Or something like that. I’m not even sure what I just said, or what I was talking about. Anyway, have some pictures!
Oh yeah, also, I’m going back to Japan in September. Just thought I’d get that out there. You know, before the world ends.
Saturday, August 1st, 2009 by Rintaun | Uncategorized | 1 Comment
…but, I guess there’s nothing I can do about it now. I leave to come back to the States in 5 days. It’s crazy. Before I get to what I actually want to post about, let me make excuses just a little bit. This second semester in Japan was very, very difficult. If I thought the first semester was hectic, I didn’t know what hectic was. But that’s not what this is about, so I’ll move on.
In stark contrast to the last 3 months or so, today was the best day I’ve had in a very long time. Remember my homestay family from way back in November? I may also have mentioned that I visited them again around the beginning of March. Well I spent the entire day with them, today, and it was wonderful. It really brought an awesome end to my time in Japan, I think.
To sum up my day, hmm… it was like being with family. It was relaxing and fun and I had a blast. I’m really, really beat though so I’m going to rush through it a bit.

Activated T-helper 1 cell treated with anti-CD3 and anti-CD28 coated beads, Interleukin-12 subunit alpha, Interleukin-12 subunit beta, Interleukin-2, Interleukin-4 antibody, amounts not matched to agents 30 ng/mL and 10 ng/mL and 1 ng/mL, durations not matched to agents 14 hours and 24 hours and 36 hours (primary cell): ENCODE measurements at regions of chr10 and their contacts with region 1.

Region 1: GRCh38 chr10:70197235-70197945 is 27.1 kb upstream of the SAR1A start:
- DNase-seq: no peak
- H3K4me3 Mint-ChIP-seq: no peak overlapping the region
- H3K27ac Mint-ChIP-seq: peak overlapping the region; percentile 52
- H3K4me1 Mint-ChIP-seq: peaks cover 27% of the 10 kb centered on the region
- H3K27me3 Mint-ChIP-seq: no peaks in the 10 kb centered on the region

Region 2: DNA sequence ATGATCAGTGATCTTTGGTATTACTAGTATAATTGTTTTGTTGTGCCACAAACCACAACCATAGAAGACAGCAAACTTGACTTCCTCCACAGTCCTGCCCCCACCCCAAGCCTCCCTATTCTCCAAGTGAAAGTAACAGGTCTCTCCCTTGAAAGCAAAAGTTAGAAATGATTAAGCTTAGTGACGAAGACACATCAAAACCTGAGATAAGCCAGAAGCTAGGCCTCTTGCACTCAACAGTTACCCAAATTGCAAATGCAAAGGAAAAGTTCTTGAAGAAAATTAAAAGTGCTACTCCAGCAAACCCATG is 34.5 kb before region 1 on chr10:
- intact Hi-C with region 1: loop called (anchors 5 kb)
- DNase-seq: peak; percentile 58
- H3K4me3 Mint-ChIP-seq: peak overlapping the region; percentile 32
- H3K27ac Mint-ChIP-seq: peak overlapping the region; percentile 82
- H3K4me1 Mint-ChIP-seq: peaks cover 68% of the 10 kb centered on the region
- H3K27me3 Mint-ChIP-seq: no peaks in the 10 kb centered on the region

The day started off bright and early at 7:30am. I got up, at breakfast, and then chilled around the dorm until I caught the bus to the train station, and then the train to Tajimi City. All in all I was on the train for about 15 minutes; I was surprised because by car it takes so much longer… I arrived at Tajimi Station as planned just before 9:30am; Father and Daughter were waiting outside to pick me up.
From the station we went back to the granparents’ house. We talked for a bit and then I (by popular demand) again showed my repertoire of simple card tricks. Everyone was a little bit nervous and awkward at first, of course myself included, by as time went by everyone (again including me) opened up as we had done twice before.
The rest of the day was so much fun that I can’t properly remember what order it happened in, but I’m *pretty sure* that it happened like I’m about to describe it.